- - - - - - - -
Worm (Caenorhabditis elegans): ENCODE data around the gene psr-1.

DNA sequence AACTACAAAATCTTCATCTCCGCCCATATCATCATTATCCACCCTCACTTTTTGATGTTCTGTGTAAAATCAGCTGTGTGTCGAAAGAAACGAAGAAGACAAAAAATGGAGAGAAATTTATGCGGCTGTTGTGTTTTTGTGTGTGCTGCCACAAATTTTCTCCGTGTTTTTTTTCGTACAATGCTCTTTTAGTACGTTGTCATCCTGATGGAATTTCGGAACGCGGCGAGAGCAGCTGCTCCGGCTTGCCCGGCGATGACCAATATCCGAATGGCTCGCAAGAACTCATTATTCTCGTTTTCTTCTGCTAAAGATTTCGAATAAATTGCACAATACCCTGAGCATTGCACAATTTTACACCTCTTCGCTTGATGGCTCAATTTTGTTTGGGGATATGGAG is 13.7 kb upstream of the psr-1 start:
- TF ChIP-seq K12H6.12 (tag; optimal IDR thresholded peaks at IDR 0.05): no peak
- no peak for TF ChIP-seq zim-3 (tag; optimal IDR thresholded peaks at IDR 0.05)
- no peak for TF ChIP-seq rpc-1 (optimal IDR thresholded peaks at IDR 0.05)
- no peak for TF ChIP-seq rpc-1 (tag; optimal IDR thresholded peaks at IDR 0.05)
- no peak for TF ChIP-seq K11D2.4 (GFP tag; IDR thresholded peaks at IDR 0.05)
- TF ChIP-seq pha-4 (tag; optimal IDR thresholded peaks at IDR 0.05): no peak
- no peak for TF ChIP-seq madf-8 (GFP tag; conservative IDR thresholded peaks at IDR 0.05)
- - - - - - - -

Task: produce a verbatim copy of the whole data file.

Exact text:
Worm (Caenorhabditis elegans): ENCODE data around the gene psr-1.

DNA sequence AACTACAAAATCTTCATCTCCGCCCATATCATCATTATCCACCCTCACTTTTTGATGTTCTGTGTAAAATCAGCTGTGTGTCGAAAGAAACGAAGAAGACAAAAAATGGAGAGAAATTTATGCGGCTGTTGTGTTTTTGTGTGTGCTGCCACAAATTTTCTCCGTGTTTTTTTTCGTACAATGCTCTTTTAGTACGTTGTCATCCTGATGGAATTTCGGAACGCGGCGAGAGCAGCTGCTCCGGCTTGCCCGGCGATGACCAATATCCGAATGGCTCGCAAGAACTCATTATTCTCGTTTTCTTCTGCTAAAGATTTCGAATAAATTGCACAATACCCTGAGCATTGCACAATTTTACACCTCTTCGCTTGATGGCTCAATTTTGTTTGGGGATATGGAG is 13.7 kb upstream of the psr-1 start:
- TF ChIP-seq K12H6.12 (tag; optimal IDR thresholded peaks at IDR 0.05): no peak
- no peak for TF ChIP-seq zim-3 (tag; optimal IDR thresholded peaks at IDR 0.05)
- no peak for TF ChIP-seq rpc-1 (optimal IDR thresholded peaks at IDR 0.05)
- no peak for TF ChIP-seq rpc-1 (tag; optimal IDR thresholded peaks at IDR 0.05)
- no peak for TF ChIP-seq K11D2.4 (GFP tag; IDR thresholded peaks at IDR 0.05)
- TF ChIP-seq pha-4 (tag; optimal IDR thresholded peaks at IDR 0.05): no peak
- no peak for TF ChIP-seq madf-8 (GFP tag; conservative IDR thresholded peaks at IDR 0.05)